Mirrored from Roman Bystrianyk, 23-1-2023 (10min). Data Hidden in Plain Sight. In our fast-paced, technologically-advanced world, access to limitless amounts of information has never been greater. However, with this abundance of information comes a great deal of complexity and confusion. Because we can get overwhelmed, we often leave the interpretation of this avalanche of data to those that we might believe are experts.
Unfortunately, the interpretation of facts and events can be manipulated and shaped by those in power to often reinforce their preconceived notions and serve their own agendas. Governments, institutions, companies, and organizations often try to control the narrative to maintain their hold on power and secure their profits, using the media as a tool to shape public opinion.
As informed citizens, it is our responsibility to critically evaluate the information we are presented with, to question its authenticity and validity, and to seek out the truth. By using our innate intelligence to educate ourselves and break free from their control, we can empower ourselves to make informed decisions and take control of our own destinies.
One area of particular interest to us is the topic of infectious diseases. By studying historical data, we can gain a deeper understanding of how these diseases have affected populations in the past and see if the measures taken to prevent or treat them were effective or necessary. This knowledge can help us make better decisions and take appropriate actions to protect ourselves and our communities.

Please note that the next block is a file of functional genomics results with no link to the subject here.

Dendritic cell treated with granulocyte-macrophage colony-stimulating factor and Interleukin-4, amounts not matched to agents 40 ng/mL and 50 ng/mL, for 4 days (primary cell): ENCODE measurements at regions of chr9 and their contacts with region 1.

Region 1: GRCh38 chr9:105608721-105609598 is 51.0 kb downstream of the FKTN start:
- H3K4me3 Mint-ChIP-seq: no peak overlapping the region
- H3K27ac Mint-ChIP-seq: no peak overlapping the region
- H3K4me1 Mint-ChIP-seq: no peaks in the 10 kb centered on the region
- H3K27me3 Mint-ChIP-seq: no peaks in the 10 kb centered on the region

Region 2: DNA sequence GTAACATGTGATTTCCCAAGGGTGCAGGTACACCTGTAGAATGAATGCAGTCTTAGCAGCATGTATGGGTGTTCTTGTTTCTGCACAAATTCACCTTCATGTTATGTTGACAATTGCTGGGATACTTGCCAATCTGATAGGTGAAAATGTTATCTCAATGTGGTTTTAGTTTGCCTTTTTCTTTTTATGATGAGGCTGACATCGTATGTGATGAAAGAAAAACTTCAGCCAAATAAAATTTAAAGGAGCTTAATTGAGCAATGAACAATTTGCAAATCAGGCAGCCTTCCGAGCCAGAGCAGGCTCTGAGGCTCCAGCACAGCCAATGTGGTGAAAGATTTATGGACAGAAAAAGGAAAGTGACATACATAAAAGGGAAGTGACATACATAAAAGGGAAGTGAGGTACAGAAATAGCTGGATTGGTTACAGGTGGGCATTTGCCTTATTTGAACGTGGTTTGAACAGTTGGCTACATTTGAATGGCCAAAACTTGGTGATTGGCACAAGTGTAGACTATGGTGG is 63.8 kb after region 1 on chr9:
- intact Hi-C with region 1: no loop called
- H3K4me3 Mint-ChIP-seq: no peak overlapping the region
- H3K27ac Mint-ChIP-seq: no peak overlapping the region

Vital Statistics of the United States.
Office of National Statistics.
Report to The Honourable Sir George Cornewall Lewis, 1860.
Essay on Vaccination by Charles T. Pearce, MD.
62nd Annual Return of the Registrar General, 1899.
Death Rates for Measles 1900-1960, Vital Statistics of the United States 1940-1960, p. 85, https://www.cdc.gov/nchs/data/vsus/vsrates1940_60.pdf
John Gerald Fitzgerald, Peter Gillespie, and Harry Mill Lancaster, An Introduction to the Practice of Preventive Medicine, 1922, C.V. Mosby Company, p. 197.
“Smallpox in the United States: Its decline and geographic distribution,” Public Health Reports, vol. 55, no. 50, December 13, 1940, pp. 2303-2312.
“2 Inches Taller . . . 15 Pounds Heavier,” Life, June 2, 1941, p. 71.
Handbook of Labor Statistics, 1941 Edition, US Department of Labor, pp. 396–397.
Have you seen my video on disease and vaccine history? https://odysee.com/@RomanBystrianyk:1/The-Germ-Paradigm-Trap:7
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